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  InSight lands on MarsNov 26, 2018 8:57 PM PST | url
 
Added 1 new A* page:NASA successfully landed its InSight rover on Mars today, which has become kind of a routine thing for NASA, but it's more impressive when you look at the map of Mars probe landings and attempted landings in that BBC article, and see that no other space agency has had a fully successful landing on Mars, whereas NASA has now had 7.
 
NASA's one failed landing on Mars was the 1999 Mars Polar Lander: during its landing sequence, an engineering flaw caused it to receive a successful landing signal when it was still 40 meters above the surface—so the probe duly shut off its engine, fell 40 meters, and was destroyed on impact with the Martian surface.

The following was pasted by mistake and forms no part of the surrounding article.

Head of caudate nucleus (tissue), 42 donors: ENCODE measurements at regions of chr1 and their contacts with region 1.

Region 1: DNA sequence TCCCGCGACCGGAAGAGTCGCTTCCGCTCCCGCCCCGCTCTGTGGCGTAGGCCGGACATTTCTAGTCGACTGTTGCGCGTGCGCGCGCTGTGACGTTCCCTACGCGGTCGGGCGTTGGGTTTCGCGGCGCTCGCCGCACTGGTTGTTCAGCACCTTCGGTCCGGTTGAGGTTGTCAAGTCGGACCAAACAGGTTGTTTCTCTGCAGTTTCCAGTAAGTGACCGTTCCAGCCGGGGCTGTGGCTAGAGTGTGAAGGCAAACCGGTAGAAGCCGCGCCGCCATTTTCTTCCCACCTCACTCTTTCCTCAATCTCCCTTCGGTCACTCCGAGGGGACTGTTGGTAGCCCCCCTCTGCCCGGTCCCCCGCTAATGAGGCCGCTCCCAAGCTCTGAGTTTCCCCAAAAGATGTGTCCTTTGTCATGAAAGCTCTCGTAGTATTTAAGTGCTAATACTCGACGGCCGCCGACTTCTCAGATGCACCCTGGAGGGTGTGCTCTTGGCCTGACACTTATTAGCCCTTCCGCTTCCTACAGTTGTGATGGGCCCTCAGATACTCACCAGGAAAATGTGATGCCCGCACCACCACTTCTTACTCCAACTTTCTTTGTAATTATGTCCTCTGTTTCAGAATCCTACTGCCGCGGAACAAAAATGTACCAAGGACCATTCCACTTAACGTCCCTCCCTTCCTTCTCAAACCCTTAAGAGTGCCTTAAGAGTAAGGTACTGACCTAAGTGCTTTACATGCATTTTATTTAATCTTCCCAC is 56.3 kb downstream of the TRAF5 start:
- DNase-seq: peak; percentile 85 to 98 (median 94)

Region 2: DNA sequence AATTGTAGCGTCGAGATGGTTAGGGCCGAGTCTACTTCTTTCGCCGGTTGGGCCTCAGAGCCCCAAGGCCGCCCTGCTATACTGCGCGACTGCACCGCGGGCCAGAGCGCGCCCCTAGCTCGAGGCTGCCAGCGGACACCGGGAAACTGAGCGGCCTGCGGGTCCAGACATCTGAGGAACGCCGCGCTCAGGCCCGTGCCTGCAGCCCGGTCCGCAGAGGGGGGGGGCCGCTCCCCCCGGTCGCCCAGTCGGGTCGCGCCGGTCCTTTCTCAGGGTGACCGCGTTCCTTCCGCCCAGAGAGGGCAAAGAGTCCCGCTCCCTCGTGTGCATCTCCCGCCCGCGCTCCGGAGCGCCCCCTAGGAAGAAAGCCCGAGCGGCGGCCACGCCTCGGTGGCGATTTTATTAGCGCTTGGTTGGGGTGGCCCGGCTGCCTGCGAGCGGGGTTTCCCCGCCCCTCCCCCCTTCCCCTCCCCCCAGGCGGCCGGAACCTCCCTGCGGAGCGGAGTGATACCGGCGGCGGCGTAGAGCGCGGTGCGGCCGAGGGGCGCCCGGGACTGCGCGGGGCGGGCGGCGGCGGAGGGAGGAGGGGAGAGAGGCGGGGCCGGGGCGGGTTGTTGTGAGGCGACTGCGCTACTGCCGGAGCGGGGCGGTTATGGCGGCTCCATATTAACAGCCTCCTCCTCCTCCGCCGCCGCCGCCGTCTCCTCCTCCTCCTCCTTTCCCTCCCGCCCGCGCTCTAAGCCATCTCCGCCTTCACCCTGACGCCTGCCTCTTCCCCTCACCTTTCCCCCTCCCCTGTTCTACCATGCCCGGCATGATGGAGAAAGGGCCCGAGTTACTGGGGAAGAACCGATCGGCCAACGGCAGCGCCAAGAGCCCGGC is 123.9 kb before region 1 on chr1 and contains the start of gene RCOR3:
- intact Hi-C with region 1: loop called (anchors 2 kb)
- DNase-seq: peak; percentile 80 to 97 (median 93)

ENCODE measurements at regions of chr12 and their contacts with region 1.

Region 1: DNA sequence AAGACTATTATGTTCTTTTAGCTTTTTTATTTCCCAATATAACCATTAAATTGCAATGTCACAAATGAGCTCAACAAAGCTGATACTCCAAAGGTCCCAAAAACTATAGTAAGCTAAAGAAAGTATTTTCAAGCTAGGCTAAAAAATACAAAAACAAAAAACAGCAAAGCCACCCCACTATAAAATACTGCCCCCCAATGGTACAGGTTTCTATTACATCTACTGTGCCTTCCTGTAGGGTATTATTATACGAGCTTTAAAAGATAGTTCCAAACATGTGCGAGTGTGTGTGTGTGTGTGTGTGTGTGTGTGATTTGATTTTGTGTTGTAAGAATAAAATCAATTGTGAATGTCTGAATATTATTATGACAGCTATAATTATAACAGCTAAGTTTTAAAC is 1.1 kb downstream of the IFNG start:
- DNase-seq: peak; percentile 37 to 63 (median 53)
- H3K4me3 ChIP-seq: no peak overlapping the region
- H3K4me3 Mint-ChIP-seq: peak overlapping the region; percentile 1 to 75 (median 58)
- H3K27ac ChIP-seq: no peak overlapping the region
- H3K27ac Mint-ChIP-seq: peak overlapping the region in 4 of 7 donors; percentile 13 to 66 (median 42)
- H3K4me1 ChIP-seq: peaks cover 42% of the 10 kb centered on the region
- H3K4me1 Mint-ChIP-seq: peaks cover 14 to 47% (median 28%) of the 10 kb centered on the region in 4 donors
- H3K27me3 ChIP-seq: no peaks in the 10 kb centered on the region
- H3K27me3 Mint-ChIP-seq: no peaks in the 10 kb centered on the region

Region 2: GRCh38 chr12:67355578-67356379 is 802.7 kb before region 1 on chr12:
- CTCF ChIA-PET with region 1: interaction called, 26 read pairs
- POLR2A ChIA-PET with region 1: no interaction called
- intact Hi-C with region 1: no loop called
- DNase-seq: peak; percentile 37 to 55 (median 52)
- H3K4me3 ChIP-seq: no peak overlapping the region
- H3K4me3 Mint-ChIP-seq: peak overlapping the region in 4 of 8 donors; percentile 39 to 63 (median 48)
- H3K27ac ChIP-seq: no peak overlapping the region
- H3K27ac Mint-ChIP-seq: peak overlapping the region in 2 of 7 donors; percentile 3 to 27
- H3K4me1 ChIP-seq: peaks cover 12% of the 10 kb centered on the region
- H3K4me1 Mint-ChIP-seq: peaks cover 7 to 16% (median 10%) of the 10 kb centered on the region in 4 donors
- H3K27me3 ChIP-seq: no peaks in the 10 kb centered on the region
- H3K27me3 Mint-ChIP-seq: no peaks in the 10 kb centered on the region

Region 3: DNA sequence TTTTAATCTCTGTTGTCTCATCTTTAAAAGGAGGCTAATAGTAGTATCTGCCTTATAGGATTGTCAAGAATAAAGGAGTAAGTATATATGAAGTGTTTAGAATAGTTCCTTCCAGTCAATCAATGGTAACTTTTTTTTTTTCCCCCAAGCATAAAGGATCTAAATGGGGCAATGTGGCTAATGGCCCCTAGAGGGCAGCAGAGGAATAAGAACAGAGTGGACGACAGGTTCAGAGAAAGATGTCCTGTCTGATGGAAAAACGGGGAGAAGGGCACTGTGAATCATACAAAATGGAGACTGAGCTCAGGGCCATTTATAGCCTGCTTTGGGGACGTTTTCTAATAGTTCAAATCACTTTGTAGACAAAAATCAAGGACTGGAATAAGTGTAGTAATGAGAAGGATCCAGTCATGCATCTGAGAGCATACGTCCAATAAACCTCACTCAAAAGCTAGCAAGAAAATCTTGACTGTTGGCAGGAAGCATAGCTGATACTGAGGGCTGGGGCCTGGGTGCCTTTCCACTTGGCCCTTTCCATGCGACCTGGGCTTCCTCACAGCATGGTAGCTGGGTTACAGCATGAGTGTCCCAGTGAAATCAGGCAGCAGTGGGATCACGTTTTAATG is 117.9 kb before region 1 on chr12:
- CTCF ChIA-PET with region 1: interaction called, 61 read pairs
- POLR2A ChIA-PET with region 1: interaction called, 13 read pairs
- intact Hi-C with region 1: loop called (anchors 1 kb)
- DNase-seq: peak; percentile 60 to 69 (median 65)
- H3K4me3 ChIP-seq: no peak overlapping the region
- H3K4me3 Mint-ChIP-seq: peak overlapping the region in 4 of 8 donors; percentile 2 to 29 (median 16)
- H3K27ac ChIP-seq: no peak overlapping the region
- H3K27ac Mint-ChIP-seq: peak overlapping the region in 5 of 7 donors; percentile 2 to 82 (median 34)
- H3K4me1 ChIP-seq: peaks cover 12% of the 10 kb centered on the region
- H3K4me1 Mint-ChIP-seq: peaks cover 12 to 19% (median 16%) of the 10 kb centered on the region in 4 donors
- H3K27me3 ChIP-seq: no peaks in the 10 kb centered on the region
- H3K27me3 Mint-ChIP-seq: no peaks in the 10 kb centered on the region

That's not too dissimilar to a much more recent crash on Mars—you may remember the European Schiaparelli probe crash in 2016, where a momentarily overloaded sensor during its descent over Mars caused the probe to calculate that it was at a negative altitude—so, 3.7 km up, it released its parachute, fired its braking thrusters for 3 seconds, and then dropped like a rock the rest of the way.
 
Having avoided prematurely congratulating itself over a successful landing, InSight will now go on to see what it can find out about the interior composition of Mars: seismometers will listen for earthquake vibrations, to deduce what sort of strata they're traveling through; a special drill will burrow 5m down to take the ground's temperature; radio antennae will measure the wobble of the planet on its axis, which could allow scientists to make some deductions about the size and state of the planet's core.
 
 
 
 
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